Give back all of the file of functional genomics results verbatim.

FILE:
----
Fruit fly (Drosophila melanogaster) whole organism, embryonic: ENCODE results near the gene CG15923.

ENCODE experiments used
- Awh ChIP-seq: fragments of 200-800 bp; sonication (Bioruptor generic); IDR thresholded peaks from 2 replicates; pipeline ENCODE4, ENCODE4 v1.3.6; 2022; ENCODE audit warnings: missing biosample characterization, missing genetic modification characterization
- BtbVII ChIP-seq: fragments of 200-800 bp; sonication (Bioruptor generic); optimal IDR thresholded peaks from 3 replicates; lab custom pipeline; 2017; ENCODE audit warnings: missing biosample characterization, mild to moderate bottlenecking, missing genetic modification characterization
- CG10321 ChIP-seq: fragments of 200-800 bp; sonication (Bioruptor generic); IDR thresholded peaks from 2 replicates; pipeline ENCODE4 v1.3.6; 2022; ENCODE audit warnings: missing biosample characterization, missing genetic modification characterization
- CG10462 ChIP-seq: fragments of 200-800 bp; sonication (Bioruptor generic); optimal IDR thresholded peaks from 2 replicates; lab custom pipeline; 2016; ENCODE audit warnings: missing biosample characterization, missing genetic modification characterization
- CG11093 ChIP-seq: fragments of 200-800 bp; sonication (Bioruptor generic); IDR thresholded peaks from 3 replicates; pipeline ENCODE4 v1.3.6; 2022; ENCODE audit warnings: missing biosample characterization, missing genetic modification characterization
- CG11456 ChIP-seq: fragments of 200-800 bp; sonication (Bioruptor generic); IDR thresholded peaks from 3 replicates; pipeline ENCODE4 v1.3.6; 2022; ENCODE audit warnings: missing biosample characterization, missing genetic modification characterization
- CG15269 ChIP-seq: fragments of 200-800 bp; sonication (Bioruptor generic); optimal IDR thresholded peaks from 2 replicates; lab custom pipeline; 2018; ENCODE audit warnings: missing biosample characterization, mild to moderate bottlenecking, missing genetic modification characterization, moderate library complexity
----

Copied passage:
Fruit fly (Drosophila melanogaster) whole organism, embryonic: ENCODE results near the gene CG15923.

ENCODE experiments used
- Awh ChIP-seq: fragments of 200-800 bp; sonication (Bioruptor generic); IDR thresholded peaks from 2 replicates; pipeline ENCODE4, ENCODE4 v1.3.6; 2022; ENCODE audit warnings: missing biosample characterization, missing genetic modification characterization
- BtbVII ChIP-seq: fragments of 200-800 bp; sonication (Bioruptor generic); optimal IDR thresholded peaks from 3 replicates; lab custom pipeline; 2017; ENCODE audit warnings: missing biosample characterization, mild to moderate bottlenecking, missing genetic modification characterization
- CG10321 ChIP-seq: fragments of 200-800 bp; sonication (Bioruptor generic); IDR thresholded peaks from 2 replicates; pipeline ENCODE4 v1.3.6; 2022; ENCODE audit warnings: missing biosample characterization, missing genetic modification characterization
- CG10462 ChIP-seq: fragments of 200-800 bp; sonication (Bioruptor generic); optimal IDR thresholded peaks from 2 replicates; lab custom pipeline; 2016; ENCODE audit warnings: missing biosample characterization, missing genetic modification characterization
- CG11093 ChIP-seq: fragments of 200-800 bp; sonication (Bioruptor generic); IDR thresholded peaks from 3 replicates; pipeline ENCODE4 v1.3.6; 2022; ENCODE audit warnings: missing biosample characterization, missing genetic modification characterization
- CG11456 ChIP-seq: fragments of 200-800 bp; sonication (Bioruptor generic); IDR thresholded peaks from 3 replicates; pipeline ENCODE4 v1.3.6; 2022; ENCODE audit warnings: missing biosample characterization, missing genetic modification characterization
- CG15269 ChIP-seq: fragments of 200-800 bp; sonication (Bioruptor generic); optimal IDR thresholded peaks from 2 replicates; lab custom pipeline; 2018; ENCODE audit warnings: missing biosample characterization, mild to moderate bottlenecking, missing genetic modification characterization, moderate library complexity